Epidemiologic trends in hand injuries in the National Football League from 2009-2010 to 2019-2020

Document Type

Journal Article

Publication Date



The Physician and sportsmedicine




American football; finger; football injuries; injury incidence; metacarpus; sports injuries; thumb; wrist


OBJECTIVES: In American football, hand injuries have been shown to negatively impact performance. The purpose of this study is to characterize the prevalence and severity of hand injuries in National Football League (NFL) players. METHODS: A public online database was utilized to identify hand injuries in NFL players from 2009-2010 to 2019-2020. The primary outcome was to analyze the overall incidence of hand injuries (including wrist, metacarpus, finger, and thumb), injury type by each aforementioned anatomic location, and player position. Injury severity was evaluated based on percentage of injuries in which players returned to play (RTP), number of games missed before RTP, and the percentage of injuries resulting in the player being placed on injured reserve (IR). RESULTS: Of the 6,127 players included, 847 (13.8%) players sustained a hand injury, of which 24.8%, 34.3%, 17.9%, and 22.9% occurred at the wrist, metacarpus, finger, and thumb, respectively. Of the injured players, 97.4% returned to play following their injury, 14.8% were put on IR, and an average of 1.7 (SD 3.3) games were missed. Quarterbacks were the most likely to sustain hand injuries at all anatomic locations. Wrist injuries were associated with the lowest RTP rate (93.3%), the most players placed on injured reserve (28.6%), and the greatest number of games missed (mean 2.5, SD 4.2). CONCLUSION: Hand injuries decreased in prevalence by 65.6% over the 11 NFL seasons evaluated. This trend coincides with the implementation of several safety rules that relate to components of play involving the hands. Quarterbacks experienced the greatest prevalence and severity for all hand injuries. Wrist injuries represent the anatomic location associated with the greatest severity. These findings may be able to inform tailored injury prevention practices by position, and advocate for the further adoption of safety rules to protect players from further injury.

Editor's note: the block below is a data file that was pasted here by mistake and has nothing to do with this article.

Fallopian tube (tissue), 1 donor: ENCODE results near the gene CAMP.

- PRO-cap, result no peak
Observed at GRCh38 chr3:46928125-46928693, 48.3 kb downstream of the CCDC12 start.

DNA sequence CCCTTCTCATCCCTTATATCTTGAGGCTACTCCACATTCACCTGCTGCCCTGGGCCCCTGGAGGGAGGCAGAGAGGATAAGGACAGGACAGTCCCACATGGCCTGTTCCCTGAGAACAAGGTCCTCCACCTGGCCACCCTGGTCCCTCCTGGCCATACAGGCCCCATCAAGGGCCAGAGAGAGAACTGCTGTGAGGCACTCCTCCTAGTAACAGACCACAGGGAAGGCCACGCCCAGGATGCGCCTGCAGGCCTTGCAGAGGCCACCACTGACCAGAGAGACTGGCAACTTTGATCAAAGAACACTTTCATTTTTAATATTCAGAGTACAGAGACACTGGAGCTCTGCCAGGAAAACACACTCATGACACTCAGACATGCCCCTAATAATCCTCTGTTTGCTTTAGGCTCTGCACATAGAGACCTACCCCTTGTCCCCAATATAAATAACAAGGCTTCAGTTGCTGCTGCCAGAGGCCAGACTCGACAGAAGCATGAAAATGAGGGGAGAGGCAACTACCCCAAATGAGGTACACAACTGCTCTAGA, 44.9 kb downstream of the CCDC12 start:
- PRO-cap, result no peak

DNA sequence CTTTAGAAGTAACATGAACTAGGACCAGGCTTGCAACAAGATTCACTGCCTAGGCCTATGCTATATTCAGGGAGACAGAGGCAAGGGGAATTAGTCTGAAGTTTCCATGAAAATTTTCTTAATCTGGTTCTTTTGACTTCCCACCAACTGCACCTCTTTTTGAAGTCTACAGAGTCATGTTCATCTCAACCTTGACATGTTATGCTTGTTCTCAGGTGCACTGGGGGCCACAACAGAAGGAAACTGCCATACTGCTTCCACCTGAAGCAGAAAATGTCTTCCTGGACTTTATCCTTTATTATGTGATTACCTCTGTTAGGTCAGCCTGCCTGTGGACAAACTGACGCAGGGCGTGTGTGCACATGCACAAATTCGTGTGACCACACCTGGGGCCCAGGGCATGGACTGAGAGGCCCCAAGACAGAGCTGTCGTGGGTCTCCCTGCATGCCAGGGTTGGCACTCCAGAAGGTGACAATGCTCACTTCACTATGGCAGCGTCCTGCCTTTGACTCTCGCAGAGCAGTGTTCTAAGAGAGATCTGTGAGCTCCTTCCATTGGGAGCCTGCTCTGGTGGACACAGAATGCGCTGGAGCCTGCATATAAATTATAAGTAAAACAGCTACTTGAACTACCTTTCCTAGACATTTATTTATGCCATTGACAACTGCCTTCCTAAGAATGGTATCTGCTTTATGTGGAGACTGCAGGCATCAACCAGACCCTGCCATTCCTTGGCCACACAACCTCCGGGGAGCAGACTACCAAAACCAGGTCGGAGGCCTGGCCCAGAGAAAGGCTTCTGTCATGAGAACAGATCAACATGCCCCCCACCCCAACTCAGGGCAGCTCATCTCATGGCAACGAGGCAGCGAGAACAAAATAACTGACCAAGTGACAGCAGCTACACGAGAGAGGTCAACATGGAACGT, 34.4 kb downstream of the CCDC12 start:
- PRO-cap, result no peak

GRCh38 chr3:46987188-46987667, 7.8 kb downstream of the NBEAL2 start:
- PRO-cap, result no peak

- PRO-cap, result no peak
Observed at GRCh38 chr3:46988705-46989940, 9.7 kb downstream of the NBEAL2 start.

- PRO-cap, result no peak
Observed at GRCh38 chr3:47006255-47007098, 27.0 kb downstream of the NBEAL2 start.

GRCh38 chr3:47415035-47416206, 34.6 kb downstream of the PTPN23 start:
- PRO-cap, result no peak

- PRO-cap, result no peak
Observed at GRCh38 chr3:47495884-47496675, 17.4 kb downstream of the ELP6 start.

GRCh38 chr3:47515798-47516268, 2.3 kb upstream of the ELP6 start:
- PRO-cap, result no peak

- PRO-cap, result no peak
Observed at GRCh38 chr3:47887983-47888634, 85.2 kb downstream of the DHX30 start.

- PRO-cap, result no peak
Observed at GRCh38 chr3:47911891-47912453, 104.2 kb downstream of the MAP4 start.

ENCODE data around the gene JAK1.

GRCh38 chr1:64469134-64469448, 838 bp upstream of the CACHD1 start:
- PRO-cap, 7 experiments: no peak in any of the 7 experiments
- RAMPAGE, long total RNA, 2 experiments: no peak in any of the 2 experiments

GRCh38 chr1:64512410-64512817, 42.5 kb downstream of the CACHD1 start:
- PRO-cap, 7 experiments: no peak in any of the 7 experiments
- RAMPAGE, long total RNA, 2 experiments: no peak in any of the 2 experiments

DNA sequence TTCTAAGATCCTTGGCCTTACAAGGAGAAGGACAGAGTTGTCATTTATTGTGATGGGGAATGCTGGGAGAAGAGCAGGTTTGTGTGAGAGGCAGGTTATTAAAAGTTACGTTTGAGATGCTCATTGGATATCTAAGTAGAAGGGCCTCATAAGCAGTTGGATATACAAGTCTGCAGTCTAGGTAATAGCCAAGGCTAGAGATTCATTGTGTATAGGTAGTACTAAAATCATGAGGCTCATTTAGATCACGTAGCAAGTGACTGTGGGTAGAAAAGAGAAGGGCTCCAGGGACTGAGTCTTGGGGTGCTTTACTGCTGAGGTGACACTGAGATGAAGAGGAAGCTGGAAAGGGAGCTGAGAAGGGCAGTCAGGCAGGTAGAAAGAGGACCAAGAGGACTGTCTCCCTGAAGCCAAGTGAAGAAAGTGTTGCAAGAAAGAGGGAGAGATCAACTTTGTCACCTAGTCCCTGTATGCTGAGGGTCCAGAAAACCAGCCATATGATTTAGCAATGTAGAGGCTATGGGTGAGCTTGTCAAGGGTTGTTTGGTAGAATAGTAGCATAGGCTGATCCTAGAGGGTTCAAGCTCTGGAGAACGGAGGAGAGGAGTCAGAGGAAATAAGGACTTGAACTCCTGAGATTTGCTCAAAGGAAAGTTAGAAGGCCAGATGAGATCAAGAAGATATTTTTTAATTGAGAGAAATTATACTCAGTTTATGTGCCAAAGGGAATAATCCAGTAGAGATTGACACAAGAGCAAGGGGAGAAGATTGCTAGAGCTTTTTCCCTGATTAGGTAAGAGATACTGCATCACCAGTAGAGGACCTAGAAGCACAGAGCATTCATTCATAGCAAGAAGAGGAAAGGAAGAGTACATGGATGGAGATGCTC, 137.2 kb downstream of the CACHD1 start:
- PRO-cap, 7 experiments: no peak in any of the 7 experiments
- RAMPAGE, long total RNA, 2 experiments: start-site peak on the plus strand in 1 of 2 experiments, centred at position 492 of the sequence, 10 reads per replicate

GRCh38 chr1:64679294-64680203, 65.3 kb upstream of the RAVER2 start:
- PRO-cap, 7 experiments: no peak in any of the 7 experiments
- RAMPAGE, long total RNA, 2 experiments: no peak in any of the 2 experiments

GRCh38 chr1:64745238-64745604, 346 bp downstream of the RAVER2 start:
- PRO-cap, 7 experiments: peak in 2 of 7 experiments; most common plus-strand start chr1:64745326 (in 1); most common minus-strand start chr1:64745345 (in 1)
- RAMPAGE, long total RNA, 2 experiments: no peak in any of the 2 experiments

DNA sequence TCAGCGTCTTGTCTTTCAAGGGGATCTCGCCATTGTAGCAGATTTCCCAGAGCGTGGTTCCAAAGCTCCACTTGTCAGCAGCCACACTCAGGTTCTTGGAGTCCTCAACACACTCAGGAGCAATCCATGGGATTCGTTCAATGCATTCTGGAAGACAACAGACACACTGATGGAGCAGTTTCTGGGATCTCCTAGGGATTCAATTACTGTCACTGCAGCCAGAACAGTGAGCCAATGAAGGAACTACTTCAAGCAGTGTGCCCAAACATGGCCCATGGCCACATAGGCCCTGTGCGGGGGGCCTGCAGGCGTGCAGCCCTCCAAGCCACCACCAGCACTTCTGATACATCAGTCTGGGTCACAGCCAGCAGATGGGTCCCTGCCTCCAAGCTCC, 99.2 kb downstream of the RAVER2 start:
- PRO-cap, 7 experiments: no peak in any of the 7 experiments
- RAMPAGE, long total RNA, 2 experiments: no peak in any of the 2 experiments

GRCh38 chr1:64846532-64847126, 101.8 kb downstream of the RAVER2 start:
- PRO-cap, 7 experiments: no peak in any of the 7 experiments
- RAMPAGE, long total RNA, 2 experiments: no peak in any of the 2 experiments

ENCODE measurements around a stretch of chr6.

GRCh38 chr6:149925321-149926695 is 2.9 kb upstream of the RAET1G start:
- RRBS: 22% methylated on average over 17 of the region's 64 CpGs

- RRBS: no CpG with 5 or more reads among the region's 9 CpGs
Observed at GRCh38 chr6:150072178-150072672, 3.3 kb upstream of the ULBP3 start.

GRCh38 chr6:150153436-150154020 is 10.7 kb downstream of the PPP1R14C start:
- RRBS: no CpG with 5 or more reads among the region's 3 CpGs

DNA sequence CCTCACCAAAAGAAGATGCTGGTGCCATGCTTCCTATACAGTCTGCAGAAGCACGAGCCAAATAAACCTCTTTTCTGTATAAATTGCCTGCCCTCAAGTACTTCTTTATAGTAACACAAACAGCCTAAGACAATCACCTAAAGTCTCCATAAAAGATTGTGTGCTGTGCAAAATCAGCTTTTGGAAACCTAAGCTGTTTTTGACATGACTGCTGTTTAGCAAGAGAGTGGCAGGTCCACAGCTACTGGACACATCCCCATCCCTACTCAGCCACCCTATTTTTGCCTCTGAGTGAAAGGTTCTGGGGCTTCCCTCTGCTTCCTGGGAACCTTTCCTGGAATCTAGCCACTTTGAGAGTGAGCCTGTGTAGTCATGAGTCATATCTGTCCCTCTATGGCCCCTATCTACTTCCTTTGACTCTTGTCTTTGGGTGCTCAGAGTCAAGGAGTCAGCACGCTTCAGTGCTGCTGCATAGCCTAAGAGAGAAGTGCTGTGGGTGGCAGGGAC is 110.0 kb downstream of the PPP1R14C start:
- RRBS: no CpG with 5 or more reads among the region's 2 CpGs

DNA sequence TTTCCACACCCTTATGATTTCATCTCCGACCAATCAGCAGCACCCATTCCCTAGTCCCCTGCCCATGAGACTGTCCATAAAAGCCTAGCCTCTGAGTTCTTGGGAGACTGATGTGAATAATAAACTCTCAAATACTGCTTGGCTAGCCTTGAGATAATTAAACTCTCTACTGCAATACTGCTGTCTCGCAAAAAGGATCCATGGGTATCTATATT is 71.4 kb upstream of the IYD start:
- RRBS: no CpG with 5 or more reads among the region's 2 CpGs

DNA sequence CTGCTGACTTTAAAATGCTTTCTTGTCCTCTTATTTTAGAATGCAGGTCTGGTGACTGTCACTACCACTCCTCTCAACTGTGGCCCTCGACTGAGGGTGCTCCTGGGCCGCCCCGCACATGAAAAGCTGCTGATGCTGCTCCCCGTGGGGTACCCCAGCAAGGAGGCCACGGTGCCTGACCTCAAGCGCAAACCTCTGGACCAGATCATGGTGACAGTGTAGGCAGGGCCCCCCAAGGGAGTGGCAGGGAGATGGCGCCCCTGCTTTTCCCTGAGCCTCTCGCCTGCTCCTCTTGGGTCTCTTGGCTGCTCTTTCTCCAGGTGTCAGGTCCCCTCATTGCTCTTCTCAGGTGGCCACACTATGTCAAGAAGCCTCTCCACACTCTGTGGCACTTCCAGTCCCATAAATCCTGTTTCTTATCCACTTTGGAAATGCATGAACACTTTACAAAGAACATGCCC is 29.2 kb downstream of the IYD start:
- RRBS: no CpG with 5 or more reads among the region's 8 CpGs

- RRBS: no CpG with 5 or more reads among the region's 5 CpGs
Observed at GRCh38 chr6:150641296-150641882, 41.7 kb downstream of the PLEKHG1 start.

School of Medicine and Health Sciences Student Works